The state also has a large number of homeless citizens, and thousands of them are working living in their cars. Providing homes for them will add a small amount of price pressure.

The Rich Have Plenty of Money

Due to the number of wealthy people in California, the ability and willingness to spend big means prices went up. The rich have been buying homes and prices at the luxury level have rocketed.

And the extra income from Federal Stimulus in 2020 helped low/mid income Californians try to buy the few affordable homes available and that supply has all but disappeared now in 2021.

Low Interest Rates and Easy Money

Record low interest rates have added fuel to the buy a house fire too and odds are they will only lead to high house prices given cash rich buyers still can meet downpayments.

Wages Are Rising and Jobs Reports are Strong

Wages in California are rising. For decades wages have dropped and the middle class has disappeared. If those lower income masses grow their earnings in the coming years, it will raise prices for rentals and encourage more rental real estate investors to buy properties.

High Cost to Build

California’s unusual terrain can add to housing development costs too. It’s a land of hills, mountains, and oceanfront landscapes that can challenge builders and make construction a challenge, thus raising costs.

When you add on high prices of lumber and steel and strict building code requirements, the final cost of homes in California has accelerated beyond what anyone could have imagined.

Millennials and Gen Z’s Starting Families

And a growing army of Gen Z’s and Millennial aged couples are looking to start new families puts huge pressure on the supply of townhouses and houses. This group is often mentioned in the FOMO (fear of missing out group of buyers) who are blamed for speculation and desperate purchases.

State Investment in Housing Dropped Off

State investments in affordable housing have dropped from over $1.3 billion to $500 million. New money for affordable housing is questionable.

Demand for Rentals Draws in Investors

Homes are being bought to rent out to millions of well paid renters who aren’t able to afford or find a house to buy. The rental property investment is a solid one, buyers must compete with rental investors who may have the means to outbid them.

Proposition 13 Adds to it

Proposition 13 is a California legislation that has made land use for retail more preferable for government than residential housing. It works to take land off the market and raise taxes for Californians (except those who have owned their properties for a long time).

The Lull Before the Price Storm in 2022

The last few months, we’ve seen an easing of the 15 year price trend and home prices are falling. But it’s taken a severe economic hit to achieve this price drop.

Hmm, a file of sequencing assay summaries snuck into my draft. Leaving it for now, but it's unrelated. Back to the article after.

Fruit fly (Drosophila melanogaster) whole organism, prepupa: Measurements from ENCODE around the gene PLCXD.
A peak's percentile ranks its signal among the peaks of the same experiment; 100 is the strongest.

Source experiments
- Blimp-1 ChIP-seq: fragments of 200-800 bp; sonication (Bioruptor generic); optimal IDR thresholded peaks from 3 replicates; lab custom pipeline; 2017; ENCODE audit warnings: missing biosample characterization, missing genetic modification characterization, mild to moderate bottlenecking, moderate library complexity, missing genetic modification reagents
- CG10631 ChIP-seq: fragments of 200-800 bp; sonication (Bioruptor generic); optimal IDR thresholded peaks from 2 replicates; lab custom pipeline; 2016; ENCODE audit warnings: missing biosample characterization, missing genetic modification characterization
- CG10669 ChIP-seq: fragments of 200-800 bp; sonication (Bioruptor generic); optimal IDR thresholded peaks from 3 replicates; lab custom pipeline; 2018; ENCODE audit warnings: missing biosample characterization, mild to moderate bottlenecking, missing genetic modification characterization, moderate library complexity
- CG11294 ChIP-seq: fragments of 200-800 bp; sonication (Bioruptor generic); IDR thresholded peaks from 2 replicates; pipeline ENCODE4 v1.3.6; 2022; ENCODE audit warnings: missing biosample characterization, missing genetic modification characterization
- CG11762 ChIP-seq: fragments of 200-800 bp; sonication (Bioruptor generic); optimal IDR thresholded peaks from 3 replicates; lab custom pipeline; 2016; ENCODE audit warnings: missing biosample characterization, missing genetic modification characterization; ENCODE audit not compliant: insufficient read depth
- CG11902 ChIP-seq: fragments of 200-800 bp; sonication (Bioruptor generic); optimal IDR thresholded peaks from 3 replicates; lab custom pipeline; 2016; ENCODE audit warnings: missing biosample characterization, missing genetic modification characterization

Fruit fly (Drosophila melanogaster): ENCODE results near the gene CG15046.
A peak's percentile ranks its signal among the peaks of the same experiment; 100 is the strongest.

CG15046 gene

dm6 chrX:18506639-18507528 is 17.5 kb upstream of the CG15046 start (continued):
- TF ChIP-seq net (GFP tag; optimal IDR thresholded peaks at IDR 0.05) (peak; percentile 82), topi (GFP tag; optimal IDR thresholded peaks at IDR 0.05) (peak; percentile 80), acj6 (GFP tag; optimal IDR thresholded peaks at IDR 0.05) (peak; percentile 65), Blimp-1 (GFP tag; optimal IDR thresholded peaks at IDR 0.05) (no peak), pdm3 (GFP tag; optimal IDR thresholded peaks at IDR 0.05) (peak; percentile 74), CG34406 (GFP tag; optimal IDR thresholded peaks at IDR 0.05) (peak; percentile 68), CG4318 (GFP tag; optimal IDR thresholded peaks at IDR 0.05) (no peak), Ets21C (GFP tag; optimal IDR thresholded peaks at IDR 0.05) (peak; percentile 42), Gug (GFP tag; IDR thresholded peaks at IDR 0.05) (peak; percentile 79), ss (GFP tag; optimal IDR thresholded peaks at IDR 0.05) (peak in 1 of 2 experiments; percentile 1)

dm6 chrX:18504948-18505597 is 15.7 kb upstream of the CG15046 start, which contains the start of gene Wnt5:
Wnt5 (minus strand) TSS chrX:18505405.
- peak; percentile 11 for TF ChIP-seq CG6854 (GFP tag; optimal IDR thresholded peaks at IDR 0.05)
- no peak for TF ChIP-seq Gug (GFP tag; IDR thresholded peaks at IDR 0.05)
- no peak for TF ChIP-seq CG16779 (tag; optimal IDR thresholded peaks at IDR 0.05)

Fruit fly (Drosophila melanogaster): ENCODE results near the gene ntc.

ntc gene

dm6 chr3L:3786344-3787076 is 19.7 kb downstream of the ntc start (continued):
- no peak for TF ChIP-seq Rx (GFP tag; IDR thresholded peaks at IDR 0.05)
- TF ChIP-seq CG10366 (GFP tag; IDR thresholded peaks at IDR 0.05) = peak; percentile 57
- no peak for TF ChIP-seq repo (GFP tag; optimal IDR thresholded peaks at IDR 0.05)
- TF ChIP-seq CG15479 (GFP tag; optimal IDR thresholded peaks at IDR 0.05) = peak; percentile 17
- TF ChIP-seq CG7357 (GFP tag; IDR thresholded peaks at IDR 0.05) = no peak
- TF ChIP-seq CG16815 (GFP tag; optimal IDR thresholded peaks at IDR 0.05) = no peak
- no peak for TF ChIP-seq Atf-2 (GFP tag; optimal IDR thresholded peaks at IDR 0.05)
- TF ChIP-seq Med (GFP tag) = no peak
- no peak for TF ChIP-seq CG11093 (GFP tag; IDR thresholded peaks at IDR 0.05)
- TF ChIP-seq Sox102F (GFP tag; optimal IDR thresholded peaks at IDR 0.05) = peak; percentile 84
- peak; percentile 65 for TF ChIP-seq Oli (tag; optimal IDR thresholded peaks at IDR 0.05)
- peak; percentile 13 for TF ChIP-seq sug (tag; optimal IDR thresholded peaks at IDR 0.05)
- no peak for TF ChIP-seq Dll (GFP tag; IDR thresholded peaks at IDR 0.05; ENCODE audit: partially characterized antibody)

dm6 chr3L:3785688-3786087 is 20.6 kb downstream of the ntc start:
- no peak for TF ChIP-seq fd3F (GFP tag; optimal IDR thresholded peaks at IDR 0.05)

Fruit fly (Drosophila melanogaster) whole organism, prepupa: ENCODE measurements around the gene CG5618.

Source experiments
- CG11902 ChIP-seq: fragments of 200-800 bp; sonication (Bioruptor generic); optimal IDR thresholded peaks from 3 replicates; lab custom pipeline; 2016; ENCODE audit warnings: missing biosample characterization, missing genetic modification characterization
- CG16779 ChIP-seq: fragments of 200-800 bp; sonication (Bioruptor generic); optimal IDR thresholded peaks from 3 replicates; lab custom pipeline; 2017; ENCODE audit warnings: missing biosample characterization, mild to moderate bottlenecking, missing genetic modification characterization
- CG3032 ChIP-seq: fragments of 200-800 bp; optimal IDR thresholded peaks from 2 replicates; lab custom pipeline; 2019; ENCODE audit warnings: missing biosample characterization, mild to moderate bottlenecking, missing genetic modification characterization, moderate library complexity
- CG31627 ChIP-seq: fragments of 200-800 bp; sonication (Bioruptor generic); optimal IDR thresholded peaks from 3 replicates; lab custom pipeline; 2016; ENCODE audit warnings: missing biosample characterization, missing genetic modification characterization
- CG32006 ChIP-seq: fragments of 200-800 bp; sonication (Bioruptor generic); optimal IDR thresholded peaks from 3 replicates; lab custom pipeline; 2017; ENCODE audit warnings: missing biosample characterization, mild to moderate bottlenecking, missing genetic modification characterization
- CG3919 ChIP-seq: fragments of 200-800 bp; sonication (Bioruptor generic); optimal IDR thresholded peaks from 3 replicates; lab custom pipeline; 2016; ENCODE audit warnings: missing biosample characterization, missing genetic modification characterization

Now as we slowly leave the pandemic period, we find material supply shortages, labor shortages, fast rising construction worker wages, threats of higher interest rates and capital gains taxes, higher taxes, and a forecasted flatter economy in 2022.

The signals actually don’t add up to lower prices and a poorer economy, so I would counter the predictions of flat prices with prices rises above 10% for some areas, especially since prices are dropping a little lately.

Demand will not encourage builders to build more housing, especially rare affordable, lower priced homes.
The new infrastructure bill from the Feds will bring forth more easy money to encourage more competition for more expensive homes and more money to spend on them.

Will a housing market crash solve the matter?

You might think the situation is hopeless, but if California’s economy was to fail and residents left and fewer arrived, the home price problem would be eased. With higher taxes and a poor business environment, many more companies (e.g., Tesla) and wealthy business owners would leave.  Higher taxes is a factor going forward.

The Real Solution?

If Federal and state governments were to help California decentralize business and open up developments deeper into the interior of the state, this could ease the pressure on the San Diego, San Francisco, Los Angeles Metro areas. But are these governments addicted to their current sources of revenue in these cities?

With Los Angeles home prices, Bay Area home prices and San Diego home prices rising, they will simply run out of buyers to bid on them. It may have hit near that limit now, as long as current home construction continues.

A lot of Californians are asking when home prices will fall and they’re actually hoping for a crash. As mortgage rates rise, we’ll see demand drop. Rising interest rates have normally heralded in a recession to cool everything down quick.

It won’t be any different this time around.